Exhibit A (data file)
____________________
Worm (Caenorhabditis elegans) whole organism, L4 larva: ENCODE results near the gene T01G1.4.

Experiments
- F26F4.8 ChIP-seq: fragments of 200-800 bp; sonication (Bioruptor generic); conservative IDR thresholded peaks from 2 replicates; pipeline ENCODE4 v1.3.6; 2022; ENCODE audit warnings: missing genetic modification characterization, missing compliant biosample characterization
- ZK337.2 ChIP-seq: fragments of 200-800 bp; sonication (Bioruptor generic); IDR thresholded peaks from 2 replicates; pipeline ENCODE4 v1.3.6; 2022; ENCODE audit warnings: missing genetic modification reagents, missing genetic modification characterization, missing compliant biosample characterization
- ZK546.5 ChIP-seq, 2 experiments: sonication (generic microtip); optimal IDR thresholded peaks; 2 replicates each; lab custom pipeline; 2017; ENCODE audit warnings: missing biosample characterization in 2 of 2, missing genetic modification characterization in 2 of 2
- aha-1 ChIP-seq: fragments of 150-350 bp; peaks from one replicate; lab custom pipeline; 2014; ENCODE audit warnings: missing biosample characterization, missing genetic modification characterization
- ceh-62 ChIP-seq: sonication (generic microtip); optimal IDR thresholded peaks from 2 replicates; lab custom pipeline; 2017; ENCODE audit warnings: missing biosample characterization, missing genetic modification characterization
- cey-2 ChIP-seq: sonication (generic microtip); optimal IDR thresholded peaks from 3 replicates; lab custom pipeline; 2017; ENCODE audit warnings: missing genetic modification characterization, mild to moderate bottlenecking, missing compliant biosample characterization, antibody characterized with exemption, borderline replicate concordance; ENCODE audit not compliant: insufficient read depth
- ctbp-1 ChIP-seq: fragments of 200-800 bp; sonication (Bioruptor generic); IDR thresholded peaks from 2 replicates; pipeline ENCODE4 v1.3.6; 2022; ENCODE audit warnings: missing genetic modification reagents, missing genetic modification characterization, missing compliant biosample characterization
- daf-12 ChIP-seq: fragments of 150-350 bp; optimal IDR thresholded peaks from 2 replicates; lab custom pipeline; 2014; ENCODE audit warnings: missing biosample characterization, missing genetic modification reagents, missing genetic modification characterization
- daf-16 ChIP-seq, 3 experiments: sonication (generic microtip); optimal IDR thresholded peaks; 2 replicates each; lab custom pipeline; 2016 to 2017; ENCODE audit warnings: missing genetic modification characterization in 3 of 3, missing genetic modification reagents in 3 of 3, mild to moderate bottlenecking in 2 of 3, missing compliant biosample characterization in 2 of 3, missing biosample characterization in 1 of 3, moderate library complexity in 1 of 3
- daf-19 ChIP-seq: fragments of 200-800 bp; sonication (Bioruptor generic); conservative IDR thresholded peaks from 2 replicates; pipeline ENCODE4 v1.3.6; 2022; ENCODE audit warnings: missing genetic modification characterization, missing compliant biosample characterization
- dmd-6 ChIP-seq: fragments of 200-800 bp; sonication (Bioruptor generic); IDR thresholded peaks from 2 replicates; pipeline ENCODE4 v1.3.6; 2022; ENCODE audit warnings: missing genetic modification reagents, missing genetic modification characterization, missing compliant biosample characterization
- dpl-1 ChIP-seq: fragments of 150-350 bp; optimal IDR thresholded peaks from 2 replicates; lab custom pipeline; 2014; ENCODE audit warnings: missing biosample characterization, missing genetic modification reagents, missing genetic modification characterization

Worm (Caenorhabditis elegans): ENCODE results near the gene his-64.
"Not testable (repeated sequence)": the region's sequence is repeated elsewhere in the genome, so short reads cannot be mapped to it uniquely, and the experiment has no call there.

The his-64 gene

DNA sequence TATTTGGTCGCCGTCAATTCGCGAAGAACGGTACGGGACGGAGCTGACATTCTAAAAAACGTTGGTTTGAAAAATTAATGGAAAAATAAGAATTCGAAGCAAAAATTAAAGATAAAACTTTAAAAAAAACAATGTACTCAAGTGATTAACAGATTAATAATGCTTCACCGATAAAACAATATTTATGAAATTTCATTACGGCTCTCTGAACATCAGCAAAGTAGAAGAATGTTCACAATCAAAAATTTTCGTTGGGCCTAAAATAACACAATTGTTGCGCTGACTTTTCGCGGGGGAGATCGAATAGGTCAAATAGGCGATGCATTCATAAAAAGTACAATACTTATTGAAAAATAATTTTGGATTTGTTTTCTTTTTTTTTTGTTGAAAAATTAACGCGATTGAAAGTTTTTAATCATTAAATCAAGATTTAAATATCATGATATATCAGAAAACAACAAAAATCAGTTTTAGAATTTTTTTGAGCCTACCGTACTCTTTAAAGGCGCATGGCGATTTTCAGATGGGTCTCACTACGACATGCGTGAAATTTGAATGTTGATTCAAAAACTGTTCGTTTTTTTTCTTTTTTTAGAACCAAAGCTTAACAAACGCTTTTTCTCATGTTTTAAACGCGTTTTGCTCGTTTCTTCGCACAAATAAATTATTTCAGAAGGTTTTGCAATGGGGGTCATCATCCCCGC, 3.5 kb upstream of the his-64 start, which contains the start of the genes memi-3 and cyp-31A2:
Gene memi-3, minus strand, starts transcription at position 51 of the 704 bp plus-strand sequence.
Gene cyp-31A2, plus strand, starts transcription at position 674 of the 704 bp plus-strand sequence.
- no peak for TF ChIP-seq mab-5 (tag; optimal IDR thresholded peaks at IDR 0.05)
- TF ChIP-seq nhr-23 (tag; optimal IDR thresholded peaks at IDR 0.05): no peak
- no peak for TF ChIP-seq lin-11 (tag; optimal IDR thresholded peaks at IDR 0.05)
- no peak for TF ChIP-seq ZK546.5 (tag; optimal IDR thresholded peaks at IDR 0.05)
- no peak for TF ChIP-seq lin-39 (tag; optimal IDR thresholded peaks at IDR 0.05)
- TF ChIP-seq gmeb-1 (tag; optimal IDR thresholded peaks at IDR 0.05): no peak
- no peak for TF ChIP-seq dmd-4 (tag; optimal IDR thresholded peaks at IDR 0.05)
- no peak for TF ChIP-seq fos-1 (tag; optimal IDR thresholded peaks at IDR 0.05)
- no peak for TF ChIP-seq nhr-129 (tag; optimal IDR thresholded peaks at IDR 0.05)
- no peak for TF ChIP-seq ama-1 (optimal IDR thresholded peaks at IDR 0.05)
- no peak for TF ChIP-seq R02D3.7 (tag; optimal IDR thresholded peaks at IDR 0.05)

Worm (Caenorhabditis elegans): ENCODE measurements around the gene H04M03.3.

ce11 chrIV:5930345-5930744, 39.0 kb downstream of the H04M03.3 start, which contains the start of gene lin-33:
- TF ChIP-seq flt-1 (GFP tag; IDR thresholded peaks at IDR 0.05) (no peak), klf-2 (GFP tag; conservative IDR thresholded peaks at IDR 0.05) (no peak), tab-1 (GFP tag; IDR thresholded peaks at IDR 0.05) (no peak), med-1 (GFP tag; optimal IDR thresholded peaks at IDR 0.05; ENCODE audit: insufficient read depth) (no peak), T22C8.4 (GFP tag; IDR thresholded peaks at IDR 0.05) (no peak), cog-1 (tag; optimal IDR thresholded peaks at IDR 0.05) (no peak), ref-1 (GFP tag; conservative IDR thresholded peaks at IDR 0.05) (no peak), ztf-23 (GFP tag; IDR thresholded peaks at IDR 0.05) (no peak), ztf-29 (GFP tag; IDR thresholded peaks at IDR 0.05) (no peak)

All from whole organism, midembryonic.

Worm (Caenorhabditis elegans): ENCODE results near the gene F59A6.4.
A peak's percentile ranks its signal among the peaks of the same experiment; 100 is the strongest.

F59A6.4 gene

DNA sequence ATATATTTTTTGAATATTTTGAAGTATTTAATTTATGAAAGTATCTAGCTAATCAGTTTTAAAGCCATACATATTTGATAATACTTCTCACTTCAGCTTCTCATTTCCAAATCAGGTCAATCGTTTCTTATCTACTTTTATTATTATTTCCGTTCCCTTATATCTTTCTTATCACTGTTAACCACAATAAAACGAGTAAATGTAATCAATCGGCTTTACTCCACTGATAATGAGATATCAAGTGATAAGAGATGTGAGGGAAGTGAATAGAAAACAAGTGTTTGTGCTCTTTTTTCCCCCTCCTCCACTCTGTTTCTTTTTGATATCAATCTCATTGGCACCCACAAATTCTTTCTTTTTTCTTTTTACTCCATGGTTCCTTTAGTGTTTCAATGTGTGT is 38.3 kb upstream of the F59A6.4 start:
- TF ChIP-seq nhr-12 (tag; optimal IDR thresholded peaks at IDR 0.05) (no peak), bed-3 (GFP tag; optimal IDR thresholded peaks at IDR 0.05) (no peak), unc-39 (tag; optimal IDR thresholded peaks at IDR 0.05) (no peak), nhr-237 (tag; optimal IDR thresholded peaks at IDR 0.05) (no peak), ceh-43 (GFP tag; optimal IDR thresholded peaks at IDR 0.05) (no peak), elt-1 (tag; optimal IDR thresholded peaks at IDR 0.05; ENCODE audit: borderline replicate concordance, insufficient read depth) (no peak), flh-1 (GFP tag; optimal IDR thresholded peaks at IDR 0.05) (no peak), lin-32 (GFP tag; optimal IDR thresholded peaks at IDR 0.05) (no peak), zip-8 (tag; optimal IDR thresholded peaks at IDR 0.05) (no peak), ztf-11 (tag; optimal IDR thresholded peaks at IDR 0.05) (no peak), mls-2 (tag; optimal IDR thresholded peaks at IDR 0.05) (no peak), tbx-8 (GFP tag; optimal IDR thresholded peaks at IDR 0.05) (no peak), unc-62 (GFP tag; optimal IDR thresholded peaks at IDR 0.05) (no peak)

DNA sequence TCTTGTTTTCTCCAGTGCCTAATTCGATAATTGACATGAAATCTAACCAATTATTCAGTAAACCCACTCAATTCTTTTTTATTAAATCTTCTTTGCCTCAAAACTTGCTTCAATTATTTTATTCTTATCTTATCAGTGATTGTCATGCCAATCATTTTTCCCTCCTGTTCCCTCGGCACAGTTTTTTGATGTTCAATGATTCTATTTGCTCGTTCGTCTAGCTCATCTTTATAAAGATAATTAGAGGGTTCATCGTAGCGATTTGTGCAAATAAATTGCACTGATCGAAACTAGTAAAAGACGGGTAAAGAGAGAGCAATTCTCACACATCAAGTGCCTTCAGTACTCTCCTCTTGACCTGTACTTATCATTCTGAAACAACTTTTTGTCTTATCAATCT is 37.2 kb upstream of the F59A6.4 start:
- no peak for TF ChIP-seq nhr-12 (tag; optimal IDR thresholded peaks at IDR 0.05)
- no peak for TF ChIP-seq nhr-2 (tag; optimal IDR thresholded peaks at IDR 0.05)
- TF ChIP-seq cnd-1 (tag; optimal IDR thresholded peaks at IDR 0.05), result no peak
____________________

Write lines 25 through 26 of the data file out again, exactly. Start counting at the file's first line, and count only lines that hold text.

- no peak for TF ChIP-seq lin-39 (tag; optimal IDR thresholded peaks at IDR 0.05)
- TF ChIP-seq gmeb-1 (tag; optimal IDR thresholded peaks at IDR 0.05): no peak